The Hours (US-UK, 2002)

Measuring lives in hours

Measuring lives in hours

Seeing this film again is a reminder of how Nicole Kidman (above) has lost her way as an actor somewhat as the commercial movies have taken over from the thoughtful ones. Here she is absolutely terrific but may even be ‘beaten’ by Julianne Moore. Meryl Streep, of course, is wonderful. All this may suggest that the film is about performance but it is more than that.

A third melodrama set in the ’50s (well in part) I’ve seen recently: Bigger Than Life is the classic; Revolutionary Road the disappointment. The Hours is brilliant: a fascinating narrative and intelligent direction to go with a powerhouse cast (Ed Harris, Toni Collette, John Reilly, Jeff Daniels, Clare Danes…).

I complained about Mendes anodyne use of camera, Ray was a master; Stephen Daldry relies upon composition and sepia colouring which works extremely well. There is also a tour de force scene when Moore’s character contemplates suicide and her bedroom is consumed in a flood.

Philip Glass’ repetitious score is perfectly melancholy for the melodrama.

Crouching Tiger, Hidden Dragon (Wo hu cang long, Taiwan-Hong Kong-USA-China, 2000)

Introducing wuxia

Introducing wuxia

This film was first foreign language film to break $100m at the North American box office suggesting that if brilliantly fulfilled its purpose: introduce western audience to wuxia – roughly ‘martial arts’. Eastern audiences found it slow and so do I now, but in 2001 I greatly enjoyed the choreography of the fight sequences and the romantic sweep of the narrative. Maybe the film has also been superseded by Zhang Yimou’s stunning films Hero (2002) and House of Flying Daggers (2004).

Hiroshima mon amour (France-Japan, 1959)

Post-war existential angst

Post-war existential angst

I guess there is still a ‘canon’ of ‘great’ films that all cinephiles should see and in these days of DVD plenitude there are few of them that are not available. Canons are elitist and, to an extent, discredited (particularly in literature where, in the west, it is/was based on white, male writers) but are useful for those wanting to get a guide on what films from the past should be watched. (Incidentally the ‘key films’ pages on this blog are not necessarily canonic, but are significant in some way either stylistically or commercially).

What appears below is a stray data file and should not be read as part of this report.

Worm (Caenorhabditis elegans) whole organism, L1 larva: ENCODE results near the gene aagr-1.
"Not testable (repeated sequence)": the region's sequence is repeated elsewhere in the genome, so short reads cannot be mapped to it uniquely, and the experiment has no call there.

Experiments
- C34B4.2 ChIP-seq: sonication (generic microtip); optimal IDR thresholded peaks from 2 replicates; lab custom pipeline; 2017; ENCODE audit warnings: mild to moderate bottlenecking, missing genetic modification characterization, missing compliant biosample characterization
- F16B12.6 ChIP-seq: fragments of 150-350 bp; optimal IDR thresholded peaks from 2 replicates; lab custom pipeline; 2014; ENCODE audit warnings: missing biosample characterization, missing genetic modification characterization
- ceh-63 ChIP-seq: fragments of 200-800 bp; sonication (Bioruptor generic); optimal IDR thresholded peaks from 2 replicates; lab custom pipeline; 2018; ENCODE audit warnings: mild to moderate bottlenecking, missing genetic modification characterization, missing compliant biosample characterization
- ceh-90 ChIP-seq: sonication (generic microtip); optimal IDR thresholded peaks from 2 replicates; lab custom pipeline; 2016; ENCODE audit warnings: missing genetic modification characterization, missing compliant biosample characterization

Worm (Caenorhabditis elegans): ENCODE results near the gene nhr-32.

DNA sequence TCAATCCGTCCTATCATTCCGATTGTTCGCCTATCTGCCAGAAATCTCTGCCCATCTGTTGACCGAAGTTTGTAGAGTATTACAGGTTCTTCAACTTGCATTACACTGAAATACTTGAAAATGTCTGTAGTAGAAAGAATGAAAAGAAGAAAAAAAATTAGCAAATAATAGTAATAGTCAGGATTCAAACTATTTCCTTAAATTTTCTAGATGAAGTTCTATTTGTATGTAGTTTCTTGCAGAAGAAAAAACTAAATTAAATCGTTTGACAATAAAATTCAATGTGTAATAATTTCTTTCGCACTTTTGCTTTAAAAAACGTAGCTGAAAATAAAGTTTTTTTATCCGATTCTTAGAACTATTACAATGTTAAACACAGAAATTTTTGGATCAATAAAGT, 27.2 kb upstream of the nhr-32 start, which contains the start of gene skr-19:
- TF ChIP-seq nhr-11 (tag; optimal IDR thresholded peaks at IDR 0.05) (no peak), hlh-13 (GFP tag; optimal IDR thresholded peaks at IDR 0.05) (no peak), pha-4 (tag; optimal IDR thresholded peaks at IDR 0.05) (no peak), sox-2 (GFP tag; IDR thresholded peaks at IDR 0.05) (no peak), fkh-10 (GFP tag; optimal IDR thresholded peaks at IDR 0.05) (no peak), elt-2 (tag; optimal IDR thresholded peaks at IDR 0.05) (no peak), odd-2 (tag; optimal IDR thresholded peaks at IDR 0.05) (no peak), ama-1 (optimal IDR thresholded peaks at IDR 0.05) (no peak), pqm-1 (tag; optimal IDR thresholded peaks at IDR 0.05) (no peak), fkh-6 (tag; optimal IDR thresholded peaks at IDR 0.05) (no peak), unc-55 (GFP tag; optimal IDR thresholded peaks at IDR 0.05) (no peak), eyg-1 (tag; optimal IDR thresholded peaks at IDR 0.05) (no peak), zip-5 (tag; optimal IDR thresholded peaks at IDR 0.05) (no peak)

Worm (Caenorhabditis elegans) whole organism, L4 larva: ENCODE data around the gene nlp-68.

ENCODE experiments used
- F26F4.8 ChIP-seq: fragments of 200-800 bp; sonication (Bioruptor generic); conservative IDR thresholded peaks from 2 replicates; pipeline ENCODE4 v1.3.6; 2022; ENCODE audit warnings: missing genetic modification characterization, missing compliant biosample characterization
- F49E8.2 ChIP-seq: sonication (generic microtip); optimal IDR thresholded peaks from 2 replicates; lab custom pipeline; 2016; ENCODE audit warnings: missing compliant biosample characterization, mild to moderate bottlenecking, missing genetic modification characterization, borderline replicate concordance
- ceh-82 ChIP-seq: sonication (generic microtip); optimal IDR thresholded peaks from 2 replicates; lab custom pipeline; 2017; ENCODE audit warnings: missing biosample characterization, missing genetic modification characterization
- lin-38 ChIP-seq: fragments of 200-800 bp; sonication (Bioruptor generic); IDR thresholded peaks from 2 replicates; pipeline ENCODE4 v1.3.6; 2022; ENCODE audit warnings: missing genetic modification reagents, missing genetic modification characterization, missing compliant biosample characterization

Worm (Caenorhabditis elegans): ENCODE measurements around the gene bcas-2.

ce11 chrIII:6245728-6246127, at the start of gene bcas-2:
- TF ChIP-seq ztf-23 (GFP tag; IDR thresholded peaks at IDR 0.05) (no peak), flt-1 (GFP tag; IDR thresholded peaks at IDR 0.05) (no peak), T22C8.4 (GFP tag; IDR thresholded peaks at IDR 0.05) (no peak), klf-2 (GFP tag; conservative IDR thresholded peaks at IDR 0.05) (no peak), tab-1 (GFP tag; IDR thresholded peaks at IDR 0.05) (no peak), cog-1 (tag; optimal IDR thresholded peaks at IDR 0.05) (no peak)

One of the excitements of youth is being presented with a massive amount of (potentially) great films to watch. As you get older, and have spent many years ploughing through the canon, there are fewer ‘classics’ left. Hiroshima mon amour is one ‘great’ film I hadn’t seen.

I love Alain Resnais’ Last Year in Marienbad (1961) but after a terrific 20 minutes (beautiful abstract images of the entwined naked bodies of the protagonists) I got irritated. Coincidentally in yesterday’s The Guardian Joe Queenan lists it as one of the great films of the French ‘new wave’ so who’s wrong? Certainly it’s a ‘key film’, Resnais’ roving camera and abstruse voice over, are very distinctive however… The film starts investigating, in horrific style, the effects of the Hiroshima bomb but then its focus switches to Elle and her treatment in small-town France after she fell in love with an occupying German soldier. What happened to her is undoubtedly tragic however is virtually meaningless in comparison with the A-bomb’s effects so appears self-indulgent; maybe the narrative trajectory should have been the other way around and so the character might learn her travailles are meaningless compared to what happened to the Japanese. Ultimately the film comes over as indulgent and dated existential angst.

That was disappointing.

Ordinary Boys (Chico normales, Spain, 2008)

Typical lads

Typical lads

The premise of this film is fascinating: it’s set in a Moroccan village where the Madrid bombers originated and looks at the ordinary lives of its residents. It doesn’t quite work for me but there was much that was engaging.